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Friday, March 24, 2017
- As the U.N. focuses on refining its Post-2015 Development Agenda, divisions surrounding issues of population and development continue to plague consensus on a universal way forward.
“People have to be at the centre of development,” Dr. Babatunde Osotimehin, executive director of the U.N. Population Fund (UNFPA), told IPS. “I think we are beginning to see a greater commitment [of governments] to deliver on gender parity, girls rights, issues of gender-based violence and girls education.”
Following the 2014 U.N. Commission on Population and Development (CPD), an annual gathering where member states, non-governmental organisations (NGOs) and other members of civil society discuss and define goals on population and development, serious divisions emerged regarding issues of sexual health, sexual education and gender.
“The balance of this resolution remains heavily skewed towards peculiar interests of certain developed countries, as evidenced by undue emphasis on selected rights over the real development priorities,” said Fr. Justin Wylie, attaché for the Permanent Observer Mission of the Holy See to the U.N., on Apr. 12, following the adoption of the CPD outcome resolution.
“I refer in particular to the heavy focus on sexual or reproductive mores,” he said.
The sentiment that particular issues had a negative effect on the conduct of the conference was also expressed by member states with views in support of U.N. priorities.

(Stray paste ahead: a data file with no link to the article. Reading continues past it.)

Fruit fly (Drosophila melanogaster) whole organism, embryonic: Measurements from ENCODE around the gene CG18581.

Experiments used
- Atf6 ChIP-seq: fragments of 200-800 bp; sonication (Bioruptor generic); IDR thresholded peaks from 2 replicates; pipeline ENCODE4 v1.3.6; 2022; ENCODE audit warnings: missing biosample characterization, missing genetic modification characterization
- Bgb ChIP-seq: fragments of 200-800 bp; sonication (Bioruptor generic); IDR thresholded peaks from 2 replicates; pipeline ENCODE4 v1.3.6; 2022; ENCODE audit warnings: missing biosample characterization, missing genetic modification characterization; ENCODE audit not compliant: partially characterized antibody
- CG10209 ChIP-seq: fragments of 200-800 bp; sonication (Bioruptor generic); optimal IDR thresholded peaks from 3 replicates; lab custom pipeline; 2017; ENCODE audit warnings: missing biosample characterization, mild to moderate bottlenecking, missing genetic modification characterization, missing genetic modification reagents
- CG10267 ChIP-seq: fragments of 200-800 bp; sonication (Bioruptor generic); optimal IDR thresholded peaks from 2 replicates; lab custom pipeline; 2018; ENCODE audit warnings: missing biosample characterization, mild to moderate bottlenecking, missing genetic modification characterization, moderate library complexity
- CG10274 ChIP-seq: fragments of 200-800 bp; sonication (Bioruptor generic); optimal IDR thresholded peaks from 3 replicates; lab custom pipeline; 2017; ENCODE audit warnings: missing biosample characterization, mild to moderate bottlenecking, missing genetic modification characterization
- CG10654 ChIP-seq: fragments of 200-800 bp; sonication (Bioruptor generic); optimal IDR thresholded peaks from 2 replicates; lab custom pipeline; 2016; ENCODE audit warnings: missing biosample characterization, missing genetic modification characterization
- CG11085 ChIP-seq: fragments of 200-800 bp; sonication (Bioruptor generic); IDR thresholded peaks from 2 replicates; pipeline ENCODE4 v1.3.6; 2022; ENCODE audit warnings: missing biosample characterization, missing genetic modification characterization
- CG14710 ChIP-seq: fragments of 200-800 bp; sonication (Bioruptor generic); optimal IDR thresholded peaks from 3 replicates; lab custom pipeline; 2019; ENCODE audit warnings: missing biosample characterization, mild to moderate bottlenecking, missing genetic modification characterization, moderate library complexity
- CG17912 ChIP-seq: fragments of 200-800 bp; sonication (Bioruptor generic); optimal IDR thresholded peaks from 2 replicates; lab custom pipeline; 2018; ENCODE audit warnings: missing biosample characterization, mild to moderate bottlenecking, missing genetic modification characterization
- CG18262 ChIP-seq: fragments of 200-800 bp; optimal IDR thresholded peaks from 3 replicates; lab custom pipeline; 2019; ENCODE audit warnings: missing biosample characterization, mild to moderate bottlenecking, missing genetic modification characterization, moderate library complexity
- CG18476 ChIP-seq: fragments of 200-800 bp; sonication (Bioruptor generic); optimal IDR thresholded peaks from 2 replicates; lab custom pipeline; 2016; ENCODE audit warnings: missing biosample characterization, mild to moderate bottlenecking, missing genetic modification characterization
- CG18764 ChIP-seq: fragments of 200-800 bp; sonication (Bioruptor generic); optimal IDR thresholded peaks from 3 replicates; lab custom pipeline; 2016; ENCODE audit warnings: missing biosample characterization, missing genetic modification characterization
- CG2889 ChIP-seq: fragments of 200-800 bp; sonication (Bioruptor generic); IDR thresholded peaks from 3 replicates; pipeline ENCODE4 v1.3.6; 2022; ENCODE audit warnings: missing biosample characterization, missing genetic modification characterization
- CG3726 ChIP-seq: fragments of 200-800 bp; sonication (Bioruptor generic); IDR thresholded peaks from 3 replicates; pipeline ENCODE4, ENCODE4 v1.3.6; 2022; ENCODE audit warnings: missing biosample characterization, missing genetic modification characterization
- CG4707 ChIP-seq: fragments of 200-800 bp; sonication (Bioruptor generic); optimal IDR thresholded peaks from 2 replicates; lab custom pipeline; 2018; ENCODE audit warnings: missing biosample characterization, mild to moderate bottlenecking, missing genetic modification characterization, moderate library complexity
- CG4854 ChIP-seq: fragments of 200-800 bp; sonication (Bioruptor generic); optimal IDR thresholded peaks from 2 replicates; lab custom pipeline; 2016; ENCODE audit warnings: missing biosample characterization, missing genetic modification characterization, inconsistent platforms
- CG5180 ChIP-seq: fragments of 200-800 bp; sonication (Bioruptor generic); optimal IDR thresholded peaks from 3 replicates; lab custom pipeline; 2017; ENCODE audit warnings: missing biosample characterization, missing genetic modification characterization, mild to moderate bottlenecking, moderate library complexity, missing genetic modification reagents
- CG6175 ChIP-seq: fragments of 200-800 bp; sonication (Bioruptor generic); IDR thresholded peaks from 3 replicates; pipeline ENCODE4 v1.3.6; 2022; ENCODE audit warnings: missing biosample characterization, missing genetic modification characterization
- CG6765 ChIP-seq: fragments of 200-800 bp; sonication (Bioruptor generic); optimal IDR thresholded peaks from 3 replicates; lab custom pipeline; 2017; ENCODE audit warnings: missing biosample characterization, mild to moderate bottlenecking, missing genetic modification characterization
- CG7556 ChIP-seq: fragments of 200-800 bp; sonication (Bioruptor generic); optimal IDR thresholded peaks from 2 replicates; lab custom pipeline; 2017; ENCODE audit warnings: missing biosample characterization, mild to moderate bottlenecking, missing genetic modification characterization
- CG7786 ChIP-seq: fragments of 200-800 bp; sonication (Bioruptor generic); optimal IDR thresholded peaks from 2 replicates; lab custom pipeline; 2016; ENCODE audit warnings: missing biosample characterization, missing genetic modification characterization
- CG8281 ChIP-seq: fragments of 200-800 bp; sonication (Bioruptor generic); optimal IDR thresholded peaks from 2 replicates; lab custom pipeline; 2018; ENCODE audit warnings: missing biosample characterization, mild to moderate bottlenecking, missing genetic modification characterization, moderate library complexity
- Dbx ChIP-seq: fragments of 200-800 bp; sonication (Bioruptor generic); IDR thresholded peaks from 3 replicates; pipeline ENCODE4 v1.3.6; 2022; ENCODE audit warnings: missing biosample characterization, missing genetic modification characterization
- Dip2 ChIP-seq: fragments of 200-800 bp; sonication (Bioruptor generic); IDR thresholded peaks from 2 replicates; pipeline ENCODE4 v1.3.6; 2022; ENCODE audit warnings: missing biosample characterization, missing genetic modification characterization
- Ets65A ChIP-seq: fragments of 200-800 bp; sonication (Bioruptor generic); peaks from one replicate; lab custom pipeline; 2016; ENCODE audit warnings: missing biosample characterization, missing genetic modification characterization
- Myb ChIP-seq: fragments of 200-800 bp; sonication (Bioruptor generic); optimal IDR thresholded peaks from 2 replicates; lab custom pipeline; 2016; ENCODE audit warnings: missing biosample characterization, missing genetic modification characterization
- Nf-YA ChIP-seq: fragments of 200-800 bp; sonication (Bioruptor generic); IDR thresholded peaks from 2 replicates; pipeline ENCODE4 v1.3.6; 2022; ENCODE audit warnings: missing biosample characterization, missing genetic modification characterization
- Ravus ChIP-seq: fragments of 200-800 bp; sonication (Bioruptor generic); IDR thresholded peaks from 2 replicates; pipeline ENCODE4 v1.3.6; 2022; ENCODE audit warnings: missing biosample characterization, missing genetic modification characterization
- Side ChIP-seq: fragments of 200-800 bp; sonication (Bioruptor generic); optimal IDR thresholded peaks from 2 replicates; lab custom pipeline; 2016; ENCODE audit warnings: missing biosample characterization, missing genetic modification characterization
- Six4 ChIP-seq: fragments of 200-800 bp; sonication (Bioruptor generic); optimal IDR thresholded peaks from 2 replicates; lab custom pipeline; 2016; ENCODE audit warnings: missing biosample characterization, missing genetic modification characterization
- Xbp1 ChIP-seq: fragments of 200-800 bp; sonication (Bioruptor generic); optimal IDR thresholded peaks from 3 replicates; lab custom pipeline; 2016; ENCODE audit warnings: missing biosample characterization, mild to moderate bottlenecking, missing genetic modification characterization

“We were disappointed that certain contentious issues remained the focus of the conference at the expense of discussing more productive topics to improve the health of global populations,” Nicolas Doire, spokesperson for the Canadian Department of Foreign Affairs, Trade and Development (DFAIT), told IPS.
While UNFPA may not agree with the views of everyone at the CPD, the agency does understand the political nature of such conferences and the need for inclusive, plural dialogue in adopting the platform on population and development.
“The issue of sexuality, the issue of sexual reproductive health and [reproductive] rights evokes all kinds of things … apart from the politics,” Osotimehin told IPS. “We’ve always had conservatism around our issues.
“If we don’t bring people together in order to construct an action platform that brings all of the groups together, we are not likely to achieve the adoption,” he said.
For Dr. Osotimehin, a human rights-based agenda is essential because it was the foundation for the 1994 International Conference on Population and Development (ICPD) in Cairo. That being said, he also recognises that over the last 20 years, the world has changed.
“Today there are more non-state actors and some of the countries are more vocal than they were before, so we are dealing with a new set of constituencies,” he said. “But if you don’t address rights … you are not going to make the kind of progress we want to see and match the investments.”
Linking population and development
The U.N. Programme of Action of the ICPD Beyond report, released on Feb. 12, outlined the progress made on issues of population and development since the 1994 Cairo Conference.